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Anatomy of a Goal: Justin Meram’s Slip-In Winner

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This week, we look at Justin Meram’s game-winning goal.

Welcome to the Anatomy of a Goal, where each week we dissect one goal (or near goal) from the previous week’s Columbus Crew SC match.

For match 25 on the 2017 MLS Season, we take a look at Justin Meram’s 73rd minute finish that put the Crew SC up 2-1, as part of the 3-1 win over the Chicago Fire on Saturday.

Here’s a look at the finish from the Columbus winger.

The Black & Gold evened the match with a first half goal by Kekuta Manneh, and looked to break Chicago’s unbeaten streak when scoring first. Columbus put out a speedy lineup, looking to catch the Fire in transition or off turnovers, and that’s exactly how all three of the Black & Gold’s goals were scored.

Meram’s game winner begins off of a Matt Polster turnover at midfield. In possession of the ball, Chicago made multiple passes back and forth across the midfield line before Crew SC winger Cristian Martinez got in the way of Polster’s pass, deflecting the ball to midfielder Wil Trapp.

When Trapp receives the ball, he can either carry the ball between Bastian Schweinsteiger and Dax McCarty, play a quick pass back up the field to Martinez, slot a ball into the path of Ola Kamara, a longer pass across the field to Meram, or a quick square pass to Artur.

As Trapp makes his decision, Waylon Francis makes an excellent run right behind the highlighted Schweinsteiger, who nevers notice a wide-open Francis running all the way down the left flank.

Trapp moves the ball to Martinez, who is defended by Polster. With the Chicago right back providing pressure, Martinez dribbles the ball back toward his defensive half.

Martinez makes a quick pass right back to Wil Trapp, who is now aware of Francis’ run behind Schweinsteiger, who fails to notice the left back.

For some reason, Polster decides to use Martinez as leverage to change direction, pushing the Columbus winger in the throat and earning himself a yellow card after the play ends.

With the ball at his feet and Polster bearing down, Trapp has to quickly get rid of the ball. He can either play a pass over the head of the oblivious-to-Francis Schweinsteiger, play a difficult pass downfield to Kamara or knock a square pass to Artur.

Trapp notices that Schweinsteiger is looking at the ball while Francis runs, unabated, behind him, so the Black & Gold captain plays one of his excellent long passes right into the path of his wingback.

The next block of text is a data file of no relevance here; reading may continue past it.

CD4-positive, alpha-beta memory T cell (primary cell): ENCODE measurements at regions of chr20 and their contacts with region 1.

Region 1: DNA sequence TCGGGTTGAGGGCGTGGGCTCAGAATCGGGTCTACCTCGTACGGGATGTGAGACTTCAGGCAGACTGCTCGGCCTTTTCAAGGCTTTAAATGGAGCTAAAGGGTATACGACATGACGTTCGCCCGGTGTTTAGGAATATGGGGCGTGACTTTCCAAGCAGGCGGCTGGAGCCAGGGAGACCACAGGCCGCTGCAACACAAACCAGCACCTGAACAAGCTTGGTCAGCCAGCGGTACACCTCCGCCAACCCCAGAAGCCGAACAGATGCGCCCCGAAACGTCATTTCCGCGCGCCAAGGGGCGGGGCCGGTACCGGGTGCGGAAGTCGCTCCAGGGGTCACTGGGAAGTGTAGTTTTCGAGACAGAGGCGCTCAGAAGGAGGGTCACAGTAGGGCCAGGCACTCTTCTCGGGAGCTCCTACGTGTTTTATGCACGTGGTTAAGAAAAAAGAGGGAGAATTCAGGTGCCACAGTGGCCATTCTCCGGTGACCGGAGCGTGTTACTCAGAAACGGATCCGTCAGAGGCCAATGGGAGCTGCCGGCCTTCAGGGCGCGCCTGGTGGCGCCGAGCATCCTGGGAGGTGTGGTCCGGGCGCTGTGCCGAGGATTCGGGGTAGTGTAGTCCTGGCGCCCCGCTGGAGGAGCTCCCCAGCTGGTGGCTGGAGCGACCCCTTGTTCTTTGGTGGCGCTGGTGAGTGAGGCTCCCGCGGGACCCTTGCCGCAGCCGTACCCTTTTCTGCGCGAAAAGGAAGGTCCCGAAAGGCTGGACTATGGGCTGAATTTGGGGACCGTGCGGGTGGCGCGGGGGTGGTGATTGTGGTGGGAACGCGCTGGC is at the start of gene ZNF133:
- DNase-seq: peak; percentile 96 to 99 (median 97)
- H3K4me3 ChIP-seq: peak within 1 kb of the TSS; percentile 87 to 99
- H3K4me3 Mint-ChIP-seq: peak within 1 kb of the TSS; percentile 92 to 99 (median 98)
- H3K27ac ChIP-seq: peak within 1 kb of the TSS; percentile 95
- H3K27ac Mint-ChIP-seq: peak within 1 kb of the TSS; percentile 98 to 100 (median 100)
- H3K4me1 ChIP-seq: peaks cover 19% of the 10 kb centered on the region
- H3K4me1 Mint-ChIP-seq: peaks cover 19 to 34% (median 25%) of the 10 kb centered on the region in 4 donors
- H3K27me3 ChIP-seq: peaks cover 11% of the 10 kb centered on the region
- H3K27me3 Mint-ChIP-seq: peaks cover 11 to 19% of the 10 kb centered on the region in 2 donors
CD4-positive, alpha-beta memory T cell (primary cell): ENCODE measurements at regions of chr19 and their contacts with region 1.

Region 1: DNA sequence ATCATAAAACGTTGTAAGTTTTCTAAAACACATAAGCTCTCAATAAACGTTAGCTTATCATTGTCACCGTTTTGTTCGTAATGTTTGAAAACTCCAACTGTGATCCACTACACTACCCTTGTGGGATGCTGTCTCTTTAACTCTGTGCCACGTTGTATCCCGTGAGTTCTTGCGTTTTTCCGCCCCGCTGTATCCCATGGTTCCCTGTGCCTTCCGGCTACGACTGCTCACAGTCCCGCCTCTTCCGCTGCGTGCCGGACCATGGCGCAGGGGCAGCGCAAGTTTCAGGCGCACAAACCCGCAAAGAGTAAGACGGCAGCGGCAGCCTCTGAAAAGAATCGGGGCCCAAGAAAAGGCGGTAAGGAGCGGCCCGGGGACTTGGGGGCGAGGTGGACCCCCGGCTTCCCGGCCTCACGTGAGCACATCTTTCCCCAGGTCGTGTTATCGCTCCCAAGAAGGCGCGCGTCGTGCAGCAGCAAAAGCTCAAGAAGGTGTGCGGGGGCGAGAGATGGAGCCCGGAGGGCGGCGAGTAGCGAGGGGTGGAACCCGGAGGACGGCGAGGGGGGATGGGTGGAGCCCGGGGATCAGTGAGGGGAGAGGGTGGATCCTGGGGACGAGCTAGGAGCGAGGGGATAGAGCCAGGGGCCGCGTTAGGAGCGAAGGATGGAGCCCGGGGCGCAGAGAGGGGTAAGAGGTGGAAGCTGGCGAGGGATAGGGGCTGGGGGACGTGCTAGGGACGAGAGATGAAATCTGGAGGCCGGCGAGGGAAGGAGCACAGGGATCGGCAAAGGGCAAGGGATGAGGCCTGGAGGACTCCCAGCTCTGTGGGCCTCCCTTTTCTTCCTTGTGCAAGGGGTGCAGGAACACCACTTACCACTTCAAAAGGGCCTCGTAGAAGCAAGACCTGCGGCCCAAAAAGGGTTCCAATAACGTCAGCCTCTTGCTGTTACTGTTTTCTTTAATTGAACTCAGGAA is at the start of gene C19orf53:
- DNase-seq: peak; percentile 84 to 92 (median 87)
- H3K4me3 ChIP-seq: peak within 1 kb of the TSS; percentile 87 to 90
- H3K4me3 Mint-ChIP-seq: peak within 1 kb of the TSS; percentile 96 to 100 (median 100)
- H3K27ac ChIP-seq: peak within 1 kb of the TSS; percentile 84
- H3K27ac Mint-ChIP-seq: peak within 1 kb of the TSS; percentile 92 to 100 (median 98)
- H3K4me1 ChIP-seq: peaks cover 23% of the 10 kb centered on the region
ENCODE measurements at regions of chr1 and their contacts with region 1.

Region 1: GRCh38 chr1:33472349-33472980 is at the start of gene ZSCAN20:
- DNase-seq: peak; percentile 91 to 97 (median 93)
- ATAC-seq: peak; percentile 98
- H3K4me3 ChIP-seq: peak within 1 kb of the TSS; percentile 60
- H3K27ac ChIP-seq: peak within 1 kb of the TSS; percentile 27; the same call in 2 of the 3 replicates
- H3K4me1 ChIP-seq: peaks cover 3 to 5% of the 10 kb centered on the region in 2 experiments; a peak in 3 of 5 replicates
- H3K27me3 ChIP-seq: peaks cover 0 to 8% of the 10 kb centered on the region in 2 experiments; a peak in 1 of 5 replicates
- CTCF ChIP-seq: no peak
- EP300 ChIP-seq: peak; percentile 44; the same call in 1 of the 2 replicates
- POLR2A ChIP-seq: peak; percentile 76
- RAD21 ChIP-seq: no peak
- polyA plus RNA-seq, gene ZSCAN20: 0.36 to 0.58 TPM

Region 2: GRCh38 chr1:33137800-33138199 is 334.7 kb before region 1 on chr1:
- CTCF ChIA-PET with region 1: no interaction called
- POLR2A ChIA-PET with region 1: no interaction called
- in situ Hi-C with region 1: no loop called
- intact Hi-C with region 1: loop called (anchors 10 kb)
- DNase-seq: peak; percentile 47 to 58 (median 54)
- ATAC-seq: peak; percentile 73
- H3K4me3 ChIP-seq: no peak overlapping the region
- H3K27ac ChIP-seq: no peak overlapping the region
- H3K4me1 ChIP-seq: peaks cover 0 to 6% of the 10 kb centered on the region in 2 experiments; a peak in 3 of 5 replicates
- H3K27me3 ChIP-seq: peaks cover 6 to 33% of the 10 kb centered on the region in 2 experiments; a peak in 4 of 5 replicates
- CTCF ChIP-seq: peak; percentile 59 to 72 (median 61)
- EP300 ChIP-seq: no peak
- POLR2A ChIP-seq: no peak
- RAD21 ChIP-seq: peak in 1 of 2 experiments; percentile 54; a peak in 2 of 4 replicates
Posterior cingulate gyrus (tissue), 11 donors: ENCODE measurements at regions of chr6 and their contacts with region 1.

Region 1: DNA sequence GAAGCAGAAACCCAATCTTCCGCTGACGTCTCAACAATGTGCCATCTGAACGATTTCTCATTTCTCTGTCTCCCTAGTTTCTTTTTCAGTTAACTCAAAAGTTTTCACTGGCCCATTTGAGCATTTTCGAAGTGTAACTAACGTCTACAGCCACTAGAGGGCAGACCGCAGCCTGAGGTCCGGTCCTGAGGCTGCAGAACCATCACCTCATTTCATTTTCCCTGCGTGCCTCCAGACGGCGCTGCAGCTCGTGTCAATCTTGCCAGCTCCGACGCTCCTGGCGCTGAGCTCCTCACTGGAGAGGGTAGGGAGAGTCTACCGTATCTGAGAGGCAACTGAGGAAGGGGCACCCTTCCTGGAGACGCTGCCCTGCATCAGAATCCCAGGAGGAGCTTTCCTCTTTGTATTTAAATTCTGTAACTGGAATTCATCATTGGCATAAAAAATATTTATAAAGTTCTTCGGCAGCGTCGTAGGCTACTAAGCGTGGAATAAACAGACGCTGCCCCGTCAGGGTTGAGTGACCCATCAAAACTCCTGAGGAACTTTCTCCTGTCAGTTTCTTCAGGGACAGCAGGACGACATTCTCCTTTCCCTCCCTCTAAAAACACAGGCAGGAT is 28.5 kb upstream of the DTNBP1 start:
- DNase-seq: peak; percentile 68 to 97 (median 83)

Francis receives Trapp’s pass and pushes the ball forward. With Polster having lost the ball at midfield and Schweinsteiger having decided to take this play off, Chicago center-back Johan Kappelhof has to slide over to defend Francis.

Kamara runs in the channel between the two Fire center backs and, with Kappelhof sliding over to mark Francis, Joao Meira must slide over to mark Kamara.

With the three other members of the Chicago backline occupied or out of the play, left back Patrick Doody, who was up the field just as the Fire attacked the ball just seconds before, is forced to chase a wide open Meram. There are no other defenders between Meram and the goal.

In control of the ball, Francis and has three options as Kappelhof attempts to close him down. He can continue to carry the ball toward the goal into a better crossing position, play a quick pass, likely on the ground, into the path of Kamara or go long to Meram, who is still outpacing Doody.

Francis decides to continue carrying the ball forward. As he does this, the referee, signals that he has played the Crew SC advantage from Polster’s foul on Martinez.

Meanwhile, as Kamara enters the box he is immediately grabbed on the shoulder and slowed down by Meira. Had Kamara gone to the ground he may have won a penalty, but the Columbus striker stays on his feet and the play continues.

Kappelhof finally closes down Francis who must now cross the ball into the box. Francis has Kamara, defended by Meira, and Meram, defended by no one, as options for a cross.

From the side angle, you can see that Kamara is just offside as Francis prepares to cross the ball. Meram, however, is onside and about five feet ahead of Doody.

As Francis makes his cross, Kamara is definitely offside while Meram continues his run.

Francis’ ball is destined for Meram, who has beaten Doody and has only former teammate Matt Lampson between him and the back of the net.

If you read the title of this article, you know that Meram scores, so let’s take a look at his surprisingly difficult finish from two different angles before we look at the still frames.

After Francis’ spot-on cross, Meram has to decide how to redirect the ball into the net. A left-footed finish will be difficult, and a right-footed slide-in will have to be inch perfect.

Meram decides to use his right foot, and just gets to the ball with the outside of that foot . . .

. . . and put’s the Black & Gold ahead for good.

Findings:

  1. This goal, as with all three of Crew SC’s goals, is a result of pressuring Chicago and scoring on transition. Gregg Berhalter made a tactical decision to cede possession to Chicago and focus on creating opportunities in transition and that decision paid off.
  2. Martinez’s defensive hustle and smart pass back to Trapp show why many Columbus supporters want to see much more of this young Panamanian.
  3. Trapp’s recognition that Schweinsteiger had mentally checked out of this play and his excellent pass to Francis were instrumental in creating this goal.
  4. Francis took advantage of his starting opportunity on this play, making an excellent run down the field and providing a perfect cross.
  5. Meram’s finish was much more difficult than it looks at first glance, and could spark another run of goals from the Black a& Gold winger.